Coastal regions around the world have become increasingly crowded, intensively developed, and severely exploited. Hundreds of millions of people living in these low-lying areas are subject to short-term coastal hazards such as cyclones, hurricanes, and destruction due to El Niño, and are also exposed to the long-term threat of global sea-level rise. These massive concentrations of people expose often-fragile coastal environments to the runoff and pollution from municipal, industrial, and agricultural sources as well as the impacts of resource exploitation and a wide range of other human impacts. Can environmental impacts be reduced or mitigated and can coastal regions adapt to natural hazards?
Coasts in Crisis is a comprehensive assessment of the impacts that the human population is having on the coastal zone globally and the diverse ways in which coastal hazards impact human settlement and development. Gary Griggs provides a concise overview of the individual hazards, risks, and issues threatening the coastal zone.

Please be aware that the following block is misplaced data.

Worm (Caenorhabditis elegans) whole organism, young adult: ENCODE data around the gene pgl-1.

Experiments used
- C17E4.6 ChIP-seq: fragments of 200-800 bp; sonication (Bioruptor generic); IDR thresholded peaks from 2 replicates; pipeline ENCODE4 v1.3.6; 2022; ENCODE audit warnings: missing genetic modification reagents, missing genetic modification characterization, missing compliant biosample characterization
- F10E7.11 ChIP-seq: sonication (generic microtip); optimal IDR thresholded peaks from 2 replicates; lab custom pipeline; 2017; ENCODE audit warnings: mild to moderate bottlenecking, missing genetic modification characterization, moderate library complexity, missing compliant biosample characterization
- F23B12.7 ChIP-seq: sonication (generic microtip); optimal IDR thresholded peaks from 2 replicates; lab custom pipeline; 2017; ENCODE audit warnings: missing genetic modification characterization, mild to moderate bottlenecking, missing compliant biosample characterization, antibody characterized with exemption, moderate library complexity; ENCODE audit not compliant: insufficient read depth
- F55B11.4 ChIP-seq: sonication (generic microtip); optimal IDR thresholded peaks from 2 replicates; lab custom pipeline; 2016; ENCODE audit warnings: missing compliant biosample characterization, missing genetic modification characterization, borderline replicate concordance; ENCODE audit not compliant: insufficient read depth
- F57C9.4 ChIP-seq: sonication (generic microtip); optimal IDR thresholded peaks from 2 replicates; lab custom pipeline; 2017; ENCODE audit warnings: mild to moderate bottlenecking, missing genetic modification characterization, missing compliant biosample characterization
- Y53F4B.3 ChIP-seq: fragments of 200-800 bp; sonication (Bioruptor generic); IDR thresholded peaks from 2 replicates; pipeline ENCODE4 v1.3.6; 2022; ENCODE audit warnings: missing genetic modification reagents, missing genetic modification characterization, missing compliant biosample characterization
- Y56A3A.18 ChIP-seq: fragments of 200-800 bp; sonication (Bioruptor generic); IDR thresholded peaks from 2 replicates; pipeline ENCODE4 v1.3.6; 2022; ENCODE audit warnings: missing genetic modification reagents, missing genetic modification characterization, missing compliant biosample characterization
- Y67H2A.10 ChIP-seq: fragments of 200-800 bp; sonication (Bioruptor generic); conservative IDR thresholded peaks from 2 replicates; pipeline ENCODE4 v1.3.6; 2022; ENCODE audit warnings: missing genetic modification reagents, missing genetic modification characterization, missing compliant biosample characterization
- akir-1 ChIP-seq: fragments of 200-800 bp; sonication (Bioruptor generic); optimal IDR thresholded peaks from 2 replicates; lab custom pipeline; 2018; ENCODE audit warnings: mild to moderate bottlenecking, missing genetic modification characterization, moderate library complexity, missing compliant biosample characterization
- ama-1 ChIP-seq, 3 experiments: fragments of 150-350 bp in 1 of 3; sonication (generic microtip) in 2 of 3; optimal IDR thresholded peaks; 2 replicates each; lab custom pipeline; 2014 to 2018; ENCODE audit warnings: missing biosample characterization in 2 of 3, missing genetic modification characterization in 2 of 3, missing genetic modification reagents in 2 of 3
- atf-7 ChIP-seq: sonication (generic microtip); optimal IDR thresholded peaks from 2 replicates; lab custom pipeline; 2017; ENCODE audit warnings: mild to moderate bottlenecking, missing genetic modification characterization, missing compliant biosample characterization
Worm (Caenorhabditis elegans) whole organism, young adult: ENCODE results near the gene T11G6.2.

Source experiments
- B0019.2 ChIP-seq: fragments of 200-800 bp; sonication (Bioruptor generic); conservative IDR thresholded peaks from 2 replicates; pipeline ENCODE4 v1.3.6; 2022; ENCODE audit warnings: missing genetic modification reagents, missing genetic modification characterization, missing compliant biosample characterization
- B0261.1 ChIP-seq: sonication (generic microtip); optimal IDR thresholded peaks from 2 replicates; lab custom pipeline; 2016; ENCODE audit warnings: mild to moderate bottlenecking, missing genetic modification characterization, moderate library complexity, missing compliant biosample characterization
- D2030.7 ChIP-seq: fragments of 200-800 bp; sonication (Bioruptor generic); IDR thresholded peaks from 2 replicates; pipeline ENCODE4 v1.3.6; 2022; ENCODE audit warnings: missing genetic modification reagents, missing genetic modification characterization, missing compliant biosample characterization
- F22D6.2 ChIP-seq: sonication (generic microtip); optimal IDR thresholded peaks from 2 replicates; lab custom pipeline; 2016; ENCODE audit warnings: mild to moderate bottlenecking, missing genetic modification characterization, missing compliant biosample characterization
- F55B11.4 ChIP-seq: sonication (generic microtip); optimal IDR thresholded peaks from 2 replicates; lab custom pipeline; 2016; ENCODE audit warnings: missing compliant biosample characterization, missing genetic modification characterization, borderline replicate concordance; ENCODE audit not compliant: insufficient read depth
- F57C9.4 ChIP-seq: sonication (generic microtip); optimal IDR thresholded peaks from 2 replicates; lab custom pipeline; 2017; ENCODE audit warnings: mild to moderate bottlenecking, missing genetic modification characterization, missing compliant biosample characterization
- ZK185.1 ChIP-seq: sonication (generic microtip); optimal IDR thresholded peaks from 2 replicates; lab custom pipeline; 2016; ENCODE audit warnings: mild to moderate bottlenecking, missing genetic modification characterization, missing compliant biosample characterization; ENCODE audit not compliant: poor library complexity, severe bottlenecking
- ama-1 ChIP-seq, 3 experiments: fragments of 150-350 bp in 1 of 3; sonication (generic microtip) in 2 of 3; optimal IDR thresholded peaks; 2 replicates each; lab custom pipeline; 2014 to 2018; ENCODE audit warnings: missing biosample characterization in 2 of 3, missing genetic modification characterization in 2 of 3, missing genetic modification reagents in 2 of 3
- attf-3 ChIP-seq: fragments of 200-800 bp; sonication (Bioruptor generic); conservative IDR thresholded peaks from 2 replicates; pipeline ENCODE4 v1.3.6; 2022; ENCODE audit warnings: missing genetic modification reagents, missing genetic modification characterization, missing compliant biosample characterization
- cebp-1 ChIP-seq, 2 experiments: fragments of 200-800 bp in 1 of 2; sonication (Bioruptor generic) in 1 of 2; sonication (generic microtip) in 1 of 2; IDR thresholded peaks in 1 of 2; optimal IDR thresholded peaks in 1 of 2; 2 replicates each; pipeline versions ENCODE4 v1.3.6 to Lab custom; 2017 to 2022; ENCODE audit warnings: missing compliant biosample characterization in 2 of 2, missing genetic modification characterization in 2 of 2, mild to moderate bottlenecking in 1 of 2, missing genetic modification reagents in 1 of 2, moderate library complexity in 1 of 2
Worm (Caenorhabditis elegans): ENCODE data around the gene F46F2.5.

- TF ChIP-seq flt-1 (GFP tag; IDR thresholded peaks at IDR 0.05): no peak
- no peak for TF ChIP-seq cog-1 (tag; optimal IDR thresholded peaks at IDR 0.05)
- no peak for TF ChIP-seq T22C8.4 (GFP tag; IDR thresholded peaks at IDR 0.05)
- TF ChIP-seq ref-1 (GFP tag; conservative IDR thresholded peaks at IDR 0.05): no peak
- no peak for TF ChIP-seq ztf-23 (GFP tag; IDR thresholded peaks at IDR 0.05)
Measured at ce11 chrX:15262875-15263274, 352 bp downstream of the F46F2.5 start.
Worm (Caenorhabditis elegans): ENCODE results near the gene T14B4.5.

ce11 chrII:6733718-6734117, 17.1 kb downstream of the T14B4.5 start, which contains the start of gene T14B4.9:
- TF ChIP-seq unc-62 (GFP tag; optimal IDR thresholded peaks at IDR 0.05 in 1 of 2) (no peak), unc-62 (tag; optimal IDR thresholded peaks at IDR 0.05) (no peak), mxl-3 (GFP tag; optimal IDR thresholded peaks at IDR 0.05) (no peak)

Gary Griggs is Distinguished Professor of Earth Sciences at the University of California, Santa Cruz. He is author or coauthor of Introduction to California’s Beaches and Coast, Living with the Changing California Coast, California Coast from the Air, The Santa Cruz Coast (Then and Now), and Our Ocean Backyard.
"This is an excellent introduction and a good launching point for further inquiry into understanding our planet’s coasts."
"Highly recommend[ed]. . . . to all coastal scientists, managers, and planners and anyone concerned about the future of our extensive global coastlines. This book serves both as a comprehensive and artfully illustrated guide to the science behind coastal processes and hazards, and an environmental call to action to address the crisis we are facing for the majority of the world’s population."
— Coastal Management
"A concise overview of current . . . knowledge of these threats, and is a valuable reference for anyone concerned about the well-being of coastal zones, particularly the next generation of planners and politicians."
— Conservation Biology